It contradicts most of the history of the common folk that is usually told. One wonders if there was a much richer variety to the life of a peasant/barbarian than is officially thought.

Of course, I suppose it could be your lesser aristocracy and their yardmonkeys doing all that doodling.

It’s a bit cheeky innit! (my attempt at a English-y accent (region unknown))

 


Comment from Uncle Badger
Time: July 24, 2014, 10:29 am

I’ve heard it argued that life was often very far from relentless back then, Feynmangroupie. Apparently, once you take into account all the saints’ days and feast days and so on, people had quite a lot of time off.

Lucky bastards.

Oh, and no: ‘Dark Ages’ is seriously frowned in academic circles these days. Which may be all the more reason to use it, of course 😉

 


Comment from Deborah
Time: July 24, 2014, 2:05 pm

Are there any ancient “north” arrows carved into the rocks?

 


Comment from S. Weasel
Time: July 24, 2014, 8:42 pm

Not that I know of, Deborah. Is this a thing?

 


Comment from Deborah
Time: July 24, 2014, 9:03 pm

In some of the Scandinavian countries, there are very old north arrows and compass roses carved into rocks, which made me wonder about England.

 


Comment from Chicken Farmer.
Time: July 26, 2014, 10:09 pm

Weasel,
When you are of this country, this Sceptr’d Isle, you’ll discover that this sort of ancient stuff is normal. We grew up with this stuff all around us; knowing that it was always there and would always be so.
Then, when we’d grown up, we saw what had been been destroyed already in the name of ‘progress’ (which it was not), and we, the English, became much more protective of those things which constitute our history. Cultural anchors are necessary, and the anchors in England are dug deep in the bedrock of our history.
I sometimes go to Church, not often, only when I have the need. The Church I go to was built in the 12th Century, it has not been touched since it was first built.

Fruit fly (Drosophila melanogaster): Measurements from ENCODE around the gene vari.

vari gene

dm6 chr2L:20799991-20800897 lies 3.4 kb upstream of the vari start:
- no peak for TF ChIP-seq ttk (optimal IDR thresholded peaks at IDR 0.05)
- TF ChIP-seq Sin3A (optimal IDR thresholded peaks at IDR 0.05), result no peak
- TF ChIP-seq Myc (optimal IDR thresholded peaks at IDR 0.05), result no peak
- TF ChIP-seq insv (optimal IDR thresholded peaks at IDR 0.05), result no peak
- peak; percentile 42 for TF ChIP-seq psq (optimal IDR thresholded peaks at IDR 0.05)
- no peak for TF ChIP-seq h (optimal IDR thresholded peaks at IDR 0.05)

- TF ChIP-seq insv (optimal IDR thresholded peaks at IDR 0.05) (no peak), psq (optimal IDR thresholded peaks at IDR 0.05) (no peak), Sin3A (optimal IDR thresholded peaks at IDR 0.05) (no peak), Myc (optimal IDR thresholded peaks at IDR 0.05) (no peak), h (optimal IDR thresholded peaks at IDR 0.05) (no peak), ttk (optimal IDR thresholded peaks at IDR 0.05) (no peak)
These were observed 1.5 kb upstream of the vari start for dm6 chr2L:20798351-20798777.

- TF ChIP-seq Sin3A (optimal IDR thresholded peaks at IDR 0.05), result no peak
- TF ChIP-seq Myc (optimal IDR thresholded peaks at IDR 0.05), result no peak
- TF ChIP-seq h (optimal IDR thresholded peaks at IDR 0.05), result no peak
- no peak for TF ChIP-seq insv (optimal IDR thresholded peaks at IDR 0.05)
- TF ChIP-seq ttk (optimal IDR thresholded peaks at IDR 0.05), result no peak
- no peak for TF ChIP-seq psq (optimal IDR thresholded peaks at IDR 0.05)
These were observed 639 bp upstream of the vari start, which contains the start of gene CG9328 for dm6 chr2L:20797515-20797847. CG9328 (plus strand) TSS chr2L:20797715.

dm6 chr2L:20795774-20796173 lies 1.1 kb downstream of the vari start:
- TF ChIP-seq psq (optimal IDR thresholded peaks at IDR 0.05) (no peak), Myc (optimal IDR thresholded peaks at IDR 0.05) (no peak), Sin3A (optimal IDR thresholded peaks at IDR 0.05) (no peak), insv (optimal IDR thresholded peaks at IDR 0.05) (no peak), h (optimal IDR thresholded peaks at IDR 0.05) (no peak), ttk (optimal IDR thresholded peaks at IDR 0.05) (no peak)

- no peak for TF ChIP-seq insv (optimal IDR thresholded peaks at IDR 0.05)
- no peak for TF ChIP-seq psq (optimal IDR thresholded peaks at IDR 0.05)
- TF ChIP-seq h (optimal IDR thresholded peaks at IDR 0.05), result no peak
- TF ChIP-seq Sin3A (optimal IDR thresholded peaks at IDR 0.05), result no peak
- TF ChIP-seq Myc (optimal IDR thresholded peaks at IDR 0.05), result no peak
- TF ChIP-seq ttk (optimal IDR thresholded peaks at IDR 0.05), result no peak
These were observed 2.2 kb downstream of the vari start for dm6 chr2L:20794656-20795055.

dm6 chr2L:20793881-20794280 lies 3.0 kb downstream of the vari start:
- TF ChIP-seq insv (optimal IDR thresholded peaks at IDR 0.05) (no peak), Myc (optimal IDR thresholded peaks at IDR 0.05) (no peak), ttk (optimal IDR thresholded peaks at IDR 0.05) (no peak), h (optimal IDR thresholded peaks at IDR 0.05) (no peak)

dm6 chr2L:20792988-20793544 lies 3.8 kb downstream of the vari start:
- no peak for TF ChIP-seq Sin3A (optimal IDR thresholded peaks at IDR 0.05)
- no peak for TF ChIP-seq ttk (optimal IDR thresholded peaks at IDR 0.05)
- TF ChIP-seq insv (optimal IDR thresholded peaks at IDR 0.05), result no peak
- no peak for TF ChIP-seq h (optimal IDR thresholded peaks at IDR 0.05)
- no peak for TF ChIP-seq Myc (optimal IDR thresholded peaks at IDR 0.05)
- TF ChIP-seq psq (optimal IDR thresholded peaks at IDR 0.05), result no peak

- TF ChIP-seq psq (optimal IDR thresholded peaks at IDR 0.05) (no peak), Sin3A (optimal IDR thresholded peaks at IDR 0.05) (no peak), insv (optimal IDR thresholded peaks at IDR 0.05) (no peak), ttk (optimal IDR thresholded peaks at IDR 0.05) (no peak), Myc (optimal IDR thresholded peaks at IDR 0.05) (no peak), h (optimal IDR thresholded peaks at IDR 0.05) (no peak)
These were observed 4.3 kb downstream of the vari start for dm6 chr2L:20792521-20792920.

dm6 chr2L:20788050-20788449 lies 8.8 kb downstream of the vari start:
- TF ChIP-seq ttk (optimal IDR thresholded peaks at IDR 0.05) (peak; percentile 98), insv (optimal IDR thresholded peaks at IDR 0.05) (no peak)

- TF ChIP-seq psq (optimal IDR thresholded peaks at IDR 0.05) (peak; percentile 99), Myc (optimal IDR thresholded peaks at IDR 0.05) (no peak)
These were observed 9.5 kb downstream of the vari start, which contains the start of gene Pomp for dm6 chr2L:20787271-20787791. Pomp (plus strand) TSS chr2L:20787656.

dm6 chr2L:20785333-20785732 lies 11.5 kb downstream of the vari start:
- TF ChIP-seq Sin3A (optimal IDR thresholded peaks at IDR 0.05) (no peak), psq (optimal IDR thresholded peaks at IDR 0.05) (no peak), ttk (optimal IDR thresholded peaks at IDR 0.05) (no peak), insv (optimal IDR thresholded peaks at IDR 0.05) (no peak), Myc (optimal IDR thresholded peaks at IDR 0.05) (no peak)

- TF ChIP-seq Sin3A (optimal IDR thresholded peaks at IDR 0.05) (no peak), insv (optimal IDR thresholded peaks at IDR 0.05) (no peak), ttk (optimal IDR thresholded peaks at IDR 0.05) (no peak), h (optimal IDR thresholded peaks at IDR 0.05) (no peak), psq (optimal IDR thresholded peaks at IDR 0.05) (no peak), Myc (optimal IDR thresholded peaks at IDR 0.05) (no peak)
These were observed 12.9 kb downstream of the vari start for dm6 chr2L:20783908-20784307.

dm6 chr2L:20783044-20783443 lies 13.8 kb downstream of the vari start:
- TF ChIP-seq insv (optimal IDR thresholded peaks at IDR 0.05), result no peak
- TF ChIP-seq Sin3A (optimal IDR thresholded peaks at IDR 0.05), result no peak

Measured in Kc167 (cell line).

History.
It’s what we are all about.

 


Comment from Rich Rostrom
Time: July 27, 2014, 4:11 pm

QuasiModo @ July 23, 2014, 10:51 pm:
Maybe what they call the ‘Dark Ages’ is something that Libertarians might actually like?…an absence of overbearing government stealing from everyone for their own selfish purposes?…maybe we should call it the ‘Freedom Ages’ instead? :+)

Absence of overbearing central government, yeah. Presence of of really overbearing local government instead.

P.S. That graffito in the image? Looks like it was carved with tools, i.e. all the scribed circular arcs – and subsequently damaged by small arms fire. (I’ve hear that Cromwell’s men indulged that way with stained glass and statues.)

As in “The baron gets 1/3 of your labor to work his land (which is the best land), and when there is a famine you starve first. In return for which he and his soldiers may try to keep the baron down the road from plundering you. And no backtalk from serfs about crops trampled when he’s out hunting, no ‘poaching’ of game (it’s all his), and your teenaged daughter to warm his bed when he feels like it.”

Libertarians should have no more nostalgia for the Dark Ages than for the pre-Civil War American South. Freedom for some, slavery for the rest.